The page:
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Deep Dive Breakout 1: How Advocacy Organizations Actually Use Data

October 28 @ 11:30 am - 12:30 pm

Data and metrics are not scary. They just offer a different way to tell the story of your community. Panelists will show you how they rely on a mix of big data and owned data to map key stakeholders. They’ll also discuss which actionable metrics they rely on most to determine the success of their campaigns.

 

Learning Objectives:

– How do you ensure that you are getting ‘clean’ data?
– How do you leverage data to target communications?
– How do you turn data into meaningful discussions with your audience?
– How to balance collecting the data and actually using it to achieve an advocacy goal.

 

Session Notes

Speakers: Jefferson Stovall (Beekeeper Group), Ashley Smith (The ALS Association), Tom Donnelly (Farm Bureau Federation), Jessica Cooper (National Federation of Independent Business)

 

Goal: Get into data if you have it, our experience will cover tips and tactics; the goal is to know where to start and get questions for your team and data.

  • What is your biggest data challenge? Maybe you don’t have it or know where to get it, understanding, parsing, actioning
    • Challenges:
      • When data is all over the place
      • Making it understandable, useful, and actionable
      • Understanding when it is bad and how to correct
    • Learning Objective: Clean data
    • Big Takeaway: Submit messiness to learn
    • At NFIB, all of our data lived in different vendor tools and personal staff excel docs, we’ve been narrowing down for membership to leverage and access; this has helped with cohesiveness; helps to avoid having to go to different departments for data; more is not always better; make sure you are putting out helpful and useful info (we narrowed our surveys from 37 questions to 12 questions), we made it a part of member onboarding; important to know how are you collecting and sharing it; we made the data work for us, additionally: 
      • More members are participating, now our members enter it vs. staff, now they are in the member database
      • It helped to engage more members through this process
      • Leverage more quickly, now can do more work
      • With the Farm Bureau, we need to keep it simple, with legislative data we revamped to keep it simple, which is a part of clean data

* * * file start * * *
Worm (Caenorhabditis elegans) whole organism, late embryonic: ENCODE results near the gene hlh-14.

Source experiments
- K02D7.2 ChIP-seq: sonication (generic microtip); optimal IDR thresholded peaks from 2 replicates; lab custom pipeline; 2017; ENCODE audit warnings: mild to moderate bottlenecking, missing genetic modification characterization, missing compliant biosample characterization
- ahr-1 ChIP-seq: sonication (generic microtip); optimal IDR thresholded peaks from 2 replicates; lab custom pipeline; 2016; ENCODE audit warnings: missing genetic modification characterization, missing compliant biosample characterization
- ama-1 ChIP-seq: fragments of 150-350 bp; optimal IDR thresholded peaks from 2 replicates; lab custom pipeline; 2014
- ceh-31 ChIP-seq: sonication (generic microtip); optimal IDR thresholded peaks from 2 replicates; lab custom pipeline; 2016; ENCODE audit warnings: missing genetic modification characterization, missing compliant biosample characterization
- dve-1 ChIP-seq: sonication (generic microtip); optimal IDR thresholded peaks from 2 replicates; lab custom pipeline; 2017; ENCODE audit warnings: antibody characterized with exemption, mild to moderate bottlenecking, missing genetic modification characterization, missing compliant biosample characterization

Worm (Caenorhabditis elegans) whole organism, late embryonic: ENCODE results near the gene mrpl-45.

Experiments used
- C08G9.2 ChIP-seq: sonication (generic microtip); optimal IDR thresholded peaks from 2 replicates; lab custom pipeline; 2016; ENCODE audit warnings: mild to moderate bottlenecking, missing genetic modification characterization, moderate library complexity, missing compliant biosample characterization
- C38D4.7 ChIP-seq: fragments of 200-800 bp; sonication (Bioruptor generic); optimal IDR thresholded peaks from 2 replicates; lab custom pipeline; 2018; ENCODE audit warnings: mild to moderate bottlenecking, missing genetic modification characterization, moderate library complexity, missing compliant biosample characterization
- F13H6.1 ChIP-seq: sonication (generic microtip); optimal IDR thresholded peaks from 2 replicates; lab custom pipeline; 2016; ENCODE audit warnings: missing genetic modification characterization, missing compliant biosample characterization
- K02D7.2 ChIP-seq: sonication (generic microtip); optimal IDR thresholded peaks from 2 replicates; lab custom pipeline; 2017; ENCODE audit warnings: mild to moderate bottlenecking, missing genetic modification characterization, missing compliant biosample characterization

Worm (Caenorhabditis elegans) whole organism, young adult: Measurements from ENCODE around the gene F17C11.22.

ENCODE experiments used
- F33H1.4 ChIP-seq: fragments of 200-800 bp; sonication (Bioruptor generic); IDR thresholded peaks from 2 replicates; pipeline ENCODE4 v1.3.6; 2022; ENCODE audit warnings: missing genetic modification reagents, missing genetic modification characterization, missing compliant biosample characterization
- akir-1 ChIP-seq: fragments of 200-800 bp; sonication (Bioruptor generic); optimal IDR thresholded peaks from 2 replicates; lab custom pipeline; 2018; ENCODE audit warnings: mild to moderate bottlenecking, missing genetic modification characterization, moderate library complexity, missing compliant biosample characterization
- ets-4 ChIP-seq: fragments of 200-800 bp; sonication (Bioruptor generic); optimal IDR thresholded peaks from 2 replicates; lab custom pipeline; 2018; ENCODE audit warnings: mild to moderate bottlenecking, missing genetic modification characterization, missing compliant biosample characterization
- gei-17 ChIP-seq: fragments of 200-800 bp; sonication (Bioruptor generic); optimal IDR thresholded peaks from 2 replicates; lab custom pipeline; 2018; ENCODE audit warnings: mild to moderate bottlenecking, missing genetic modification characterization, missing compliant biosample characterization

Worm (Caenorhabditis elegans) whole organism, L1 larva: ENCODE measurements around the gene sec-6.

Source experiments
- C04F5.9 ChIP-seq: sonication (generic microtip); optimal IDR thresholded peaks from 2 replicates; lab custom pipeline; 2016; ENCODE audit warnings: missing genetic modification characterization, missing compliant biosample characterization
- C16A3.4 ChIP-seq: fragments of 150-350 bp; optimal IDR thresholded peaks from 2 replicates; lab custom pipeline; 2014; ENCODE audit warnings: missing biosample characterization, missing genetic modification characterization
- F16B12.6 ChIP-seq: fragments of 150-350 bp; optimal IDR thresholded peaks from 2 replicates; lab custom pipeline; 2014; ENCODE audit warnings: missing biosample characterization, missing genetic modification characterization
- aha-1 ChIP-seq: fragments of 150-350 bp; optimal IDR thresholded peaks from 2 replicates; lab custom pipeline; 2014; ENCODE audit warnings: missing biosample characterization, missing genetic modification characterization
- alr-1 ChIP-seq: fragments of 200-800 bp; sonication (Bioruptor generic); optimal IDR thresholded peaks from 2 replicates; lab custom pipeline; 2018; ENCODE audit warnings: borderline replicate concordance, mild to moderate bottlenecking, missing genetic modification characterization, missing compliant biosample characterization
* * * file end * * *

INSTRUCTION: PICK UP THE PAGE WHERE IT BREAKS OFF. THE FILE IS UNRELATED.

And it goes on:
• Who: Who manages data? How is it collected?
        • What does that look like?
      • What data do you want, need, and what do you want to do with it?
        • Create a beacon to keep you more focused?
      • Where is your data stored?
      • When do you use your data?
      • Why do you need your data?
        • Once you can articulate why the changes are needed to identify the bigger vision
        • Sometimes data collected for larger CRM does not need to be in the advocacy platform, if you’re collecting on another platform membership data does that really need to be on the same platform as your other data? 
        • Having good data is only one-third but also how can you maintain it in a not time-consuming way?
    • Data Sharing and Data Collection
      • Set yourself up for success
        • Optimize data sharing
          • At the ALS Foundation, anytime we have a URL to our action center we use a source code (UTM) the Beekeeper Group helped to create that post for Twitter and Facebook, anytime that link is clicked that action is associated with that source code; we can look at that person’s contact profile and see their actions
            • Never change that code, after set up it always reports
            • We use Quorum for reporting
            • UTM codes are standard across platforms (most will be able to read and record)
            • Custom fields are helpful for various registrations, but we only use the fields we need at that time (name, street address, etc.); with event registrations we make sure those fields match so upload is seamless 
        • Use your tools
        • Custom fields are your friend especially when integrating other platforms 
  • Learning Objectives: How do you leverage data to target communications?
      • The ability to view the data in a table is a common ask; it can be hard to manipulate data into this
      • Don’t be scared to export data but do not use it as a permanent resource
    • Map data back to goals and audience
      • Personalize the ask
        • Ex. Historic dive on the action, open rates, and click-through rates (CTR); personalize the ask (using the first name) has been helpful to get that open; we only use it when tactically important and tracking back to goals
      • Clear calls to action
        • Ex. All emails go back to one place, one specific item
      • Be aware of your tone
        • Make sure you’re not overly inflammatory 
          • Test it with high energy language or toned down language through AB testing, if open rates go up on an email take a look and see how it can be replicated 
        • With leveraging data for communications, it is important to personalize communications because: 
          • Tagging based on the issue or based on the issue, we try to leverage comms, personalize subject lines
          • Make sure advocacy benchmarks are tracking with goals